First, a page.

A PeakProsperity.com reader recently lamented:
I have been trying to get my head around the mechanism of QE. Not
being an economist or experienced investor I don't really understand a lot of
the jargon. The usual simple definition of QE as "thin air money
printing" does not satisfy my need for understanding either. Have hunted
for a description of QE for dummies that leaves me feeling like I get it, but
with no luck. My difficulty is in understanding how thin air money gets into
So I'm going to do my best to answer this plea in as intuitive and
straightforward a manner as I can. I, too, share the need to understand the
mechanism of a process in order to feel like I have a grasp of it. And I
think it's critically important to understand QE (also known by its full
name, "quantitative easing") and what it really represents. Because
it is, without a doubt, one of the largest market-shaping forces of our
Further, it presents extraordinary risks and may well turn out to be a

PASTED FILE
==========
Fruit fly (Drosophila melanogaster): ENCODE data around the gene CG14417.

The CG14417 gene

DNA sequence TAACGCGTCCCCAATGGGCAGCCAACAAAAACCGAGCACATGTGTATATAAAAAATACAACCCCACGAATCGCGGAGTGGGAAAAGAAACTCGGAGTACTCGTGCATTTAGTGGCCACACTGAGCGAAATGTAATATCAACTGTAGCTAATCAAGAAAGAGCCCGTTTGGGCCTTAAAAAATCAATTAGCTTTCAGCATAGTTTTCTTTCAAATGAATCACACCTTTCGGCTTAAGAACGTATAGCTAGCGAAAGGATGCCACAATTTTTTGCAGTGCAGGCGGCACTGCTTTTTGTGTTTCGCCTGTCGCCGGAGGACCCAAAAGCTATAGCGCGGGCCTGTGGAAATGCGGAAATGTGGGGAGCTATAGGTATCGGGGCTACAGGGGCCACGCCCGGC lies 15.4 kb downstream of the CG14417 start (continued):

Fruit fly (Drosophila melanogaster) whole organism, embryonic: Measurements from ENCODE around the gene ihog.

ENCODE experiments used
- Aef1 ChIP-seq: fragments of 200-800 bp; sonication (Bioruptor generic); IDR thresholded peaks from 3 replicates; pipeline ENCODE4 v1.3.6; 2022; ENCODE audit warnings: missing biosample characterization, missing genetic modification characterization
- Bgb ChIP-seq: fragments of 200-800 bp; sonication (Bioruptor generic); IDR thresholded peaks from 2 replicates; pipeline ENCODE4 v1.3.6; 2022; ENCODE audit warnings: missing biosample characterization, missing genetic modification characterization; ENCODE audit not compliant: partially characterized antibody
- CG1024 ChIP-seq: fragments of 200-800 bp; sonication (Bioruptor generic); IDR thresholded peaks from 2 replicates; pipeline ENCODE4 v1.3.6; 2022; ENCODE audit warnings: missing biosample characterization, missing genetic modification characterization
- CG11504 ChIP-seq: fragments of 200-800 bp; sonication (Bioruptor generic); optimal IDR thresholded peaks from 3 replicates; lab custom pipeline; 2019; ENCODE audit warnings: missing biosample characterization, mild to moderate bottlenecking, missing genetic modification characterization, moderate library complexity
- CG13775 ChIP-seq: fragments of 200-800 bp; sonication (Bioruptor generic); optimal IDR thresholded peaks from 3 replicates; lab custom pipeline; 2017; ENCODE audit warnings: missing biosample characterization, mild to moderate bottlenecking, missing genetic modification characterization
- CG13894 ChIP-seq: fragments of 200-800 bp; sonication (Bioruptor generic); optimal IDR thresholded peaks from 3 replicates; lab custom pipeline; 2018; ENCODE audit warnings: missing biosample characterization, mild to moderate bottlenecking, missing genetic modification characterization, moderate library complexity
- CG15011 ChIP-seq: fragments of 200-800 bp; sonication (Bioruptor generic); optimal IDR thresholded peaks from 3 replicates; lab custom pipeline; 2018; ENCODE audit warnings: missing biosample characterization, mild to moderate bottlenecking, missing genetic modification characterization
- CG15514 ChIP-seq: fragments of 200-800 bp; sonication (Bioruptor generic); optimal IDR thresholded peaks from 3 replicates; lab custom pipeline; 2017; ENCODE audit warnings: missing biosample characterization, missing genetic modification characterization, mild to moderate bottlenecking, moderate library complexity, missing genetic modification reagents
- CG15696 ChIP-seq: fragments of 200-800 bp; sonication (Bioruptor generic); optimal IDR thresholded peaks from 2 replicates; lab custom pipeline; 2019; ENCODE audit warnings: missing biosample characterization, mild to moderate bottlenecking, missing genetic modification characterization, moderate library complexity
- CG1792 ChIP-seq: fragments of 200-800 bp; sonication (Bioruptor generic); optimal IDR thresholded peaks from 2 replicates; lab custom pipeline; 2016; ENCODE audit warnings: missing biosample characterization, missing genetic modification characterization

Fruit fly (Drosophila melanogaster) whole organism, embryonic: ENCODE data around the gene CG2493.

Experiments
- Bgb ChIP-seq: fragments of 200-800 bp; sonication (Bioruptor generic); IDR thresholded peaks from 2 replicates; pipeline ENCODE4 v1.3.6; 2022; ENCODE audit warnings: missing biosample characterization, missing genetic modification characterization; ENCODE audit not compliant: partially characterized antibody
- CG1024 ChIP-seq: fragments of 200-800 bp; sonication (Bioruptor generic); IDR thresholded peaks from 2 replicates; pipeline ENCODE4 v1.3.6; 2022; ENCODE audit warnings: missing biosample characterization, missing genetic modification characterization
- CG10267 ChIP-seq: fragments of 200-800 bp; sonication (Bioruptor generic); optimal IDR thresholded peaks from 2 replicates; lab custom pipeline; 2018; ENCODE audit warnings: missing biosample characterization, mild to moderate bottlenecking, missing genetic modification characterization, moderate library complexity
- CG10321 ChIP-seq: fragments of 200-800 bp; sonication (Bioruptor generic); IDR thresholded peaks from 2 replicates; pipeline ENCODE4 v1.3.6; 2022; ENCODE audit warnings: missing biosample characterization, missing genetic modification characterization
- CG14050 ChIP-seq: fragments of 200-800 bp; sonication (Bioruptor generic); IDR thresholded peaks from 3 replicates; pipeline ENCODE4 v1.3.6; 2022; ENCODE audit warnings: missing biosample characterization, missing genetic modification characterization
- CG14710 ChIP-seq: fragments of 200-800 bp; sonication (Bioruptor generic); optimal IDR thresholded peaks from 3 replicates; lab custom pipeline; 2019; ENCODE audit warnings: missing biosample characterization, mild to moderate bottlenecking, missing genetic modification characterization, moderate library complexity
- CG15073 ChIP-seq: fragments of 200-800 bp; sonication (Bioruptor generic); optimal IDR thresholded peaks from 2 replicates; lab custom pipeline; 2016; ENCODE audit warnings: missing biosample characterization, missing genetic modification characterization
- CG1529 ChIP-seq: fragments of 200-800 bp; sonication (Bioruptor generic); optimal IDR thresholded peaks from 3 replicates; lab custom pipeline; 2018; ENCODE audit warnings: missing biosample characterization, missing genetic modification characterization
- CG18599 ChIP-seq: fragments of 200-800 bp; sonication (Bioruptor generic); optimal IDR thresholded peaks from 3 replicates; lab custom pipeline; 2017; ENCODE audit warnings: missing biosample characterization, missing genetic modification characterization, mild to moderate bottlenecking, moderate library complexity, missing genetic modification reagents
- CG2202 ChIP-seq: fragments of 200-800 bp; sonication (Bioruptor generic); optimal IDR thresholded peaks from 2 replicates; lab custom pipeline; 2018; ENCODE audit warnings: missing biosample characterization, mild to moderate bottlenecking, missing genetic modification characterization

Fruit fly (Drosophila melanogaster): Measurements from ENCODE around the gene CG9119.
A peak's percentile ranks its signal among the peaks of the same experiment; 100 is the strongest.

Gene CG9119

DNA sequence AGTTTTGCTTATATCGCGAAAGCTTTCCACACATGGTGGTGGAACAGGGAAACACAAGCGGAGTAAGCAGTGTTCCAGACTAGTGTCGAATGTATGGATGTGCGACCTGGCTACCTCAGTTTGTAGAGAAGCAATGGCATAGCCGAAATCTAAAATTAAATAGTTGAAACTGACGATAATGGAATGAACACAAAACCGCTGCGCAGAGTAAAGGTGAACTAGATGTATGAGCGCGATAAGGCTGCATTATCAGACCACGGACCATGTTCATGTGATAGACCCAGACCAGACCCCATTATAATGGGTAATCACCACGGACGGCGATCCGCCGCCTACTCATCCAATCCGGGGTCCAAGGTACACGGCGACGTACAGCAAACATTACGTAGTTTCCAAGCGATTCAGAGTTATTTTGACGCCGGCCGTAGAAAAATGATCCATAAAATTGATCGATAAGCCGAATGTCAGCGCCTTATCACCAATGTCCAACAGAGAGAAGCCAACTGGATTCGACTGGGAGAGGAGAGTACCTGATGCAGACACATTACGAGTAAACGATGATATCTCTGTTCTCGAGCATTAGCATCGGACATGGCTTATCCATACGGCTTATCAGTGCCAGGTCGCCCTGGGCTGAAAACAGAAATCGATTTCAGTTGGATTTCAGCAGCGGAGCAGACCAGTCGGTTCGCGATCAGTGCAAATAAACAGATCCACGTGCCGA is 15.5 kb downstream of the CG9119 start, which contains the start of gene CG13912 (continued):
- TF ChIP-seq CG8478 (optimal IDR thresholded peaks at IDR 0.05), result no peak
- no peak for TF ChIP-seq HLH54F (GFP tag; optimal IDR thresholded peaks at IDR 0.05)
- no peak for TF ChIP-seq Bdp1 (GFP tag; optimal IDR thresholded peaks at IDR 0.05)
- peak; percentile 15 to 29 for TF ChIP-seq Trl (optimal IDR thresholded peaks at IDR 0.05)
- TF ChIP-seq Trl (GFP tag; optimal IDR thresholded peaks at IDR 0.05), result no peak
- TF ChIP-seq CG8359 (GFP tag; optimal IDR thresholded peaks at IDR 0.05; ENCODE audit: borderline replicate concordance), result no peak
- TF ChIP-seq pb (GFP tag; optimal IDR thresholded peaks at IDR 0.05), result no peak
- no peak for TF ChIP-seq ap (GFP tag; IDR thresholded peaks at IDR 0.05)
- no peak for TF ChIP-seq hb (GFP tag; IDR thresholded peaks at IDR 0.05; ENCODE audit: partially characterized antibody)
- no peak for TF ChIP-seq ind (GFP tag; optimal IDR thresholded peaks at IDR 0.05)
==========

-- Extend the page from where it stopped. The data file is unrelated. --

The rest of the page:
decisive shaping process for the future, as well. And not in a good way.
Despite its sophisticated-sounding name, QE is nothing more
complicated than the Fed buying "assets" from commercial banks and
other private financial institutions. I put assets in quotes because the Fed
does not buy things like land, Stradivarius violins, diamonds, gold, or
silver from these institutions, but rather various forms of debt.
The main forms of debt purchased are Treasury bills/notes/bonds and
Mortgage Backed Security (MBS) paper.
There could well be other forms, too, but we currently have no
visibility into the composition of the sizable portion of the Fed's balance
sheet that comprises the "other assets" line. I'll get into that in
more detail in a minute.
First, here's the an explanation of QE:
Quantitative easing (QE) is an
unconventional monetary policy used by central banks to stimulate the
national economy when conventional monetary policy has become ineffective.
A central bank implements quantitative easing by buying financial assets from commercial
banks and other private institutions, thus creating money and
injecting a pre-determined quantity of money into the economy.
Quantitative easing increases the excess reserves of the banks, and raises the prices of the financial
assets bought, which lowers their yield.
(Source - Wikipedia)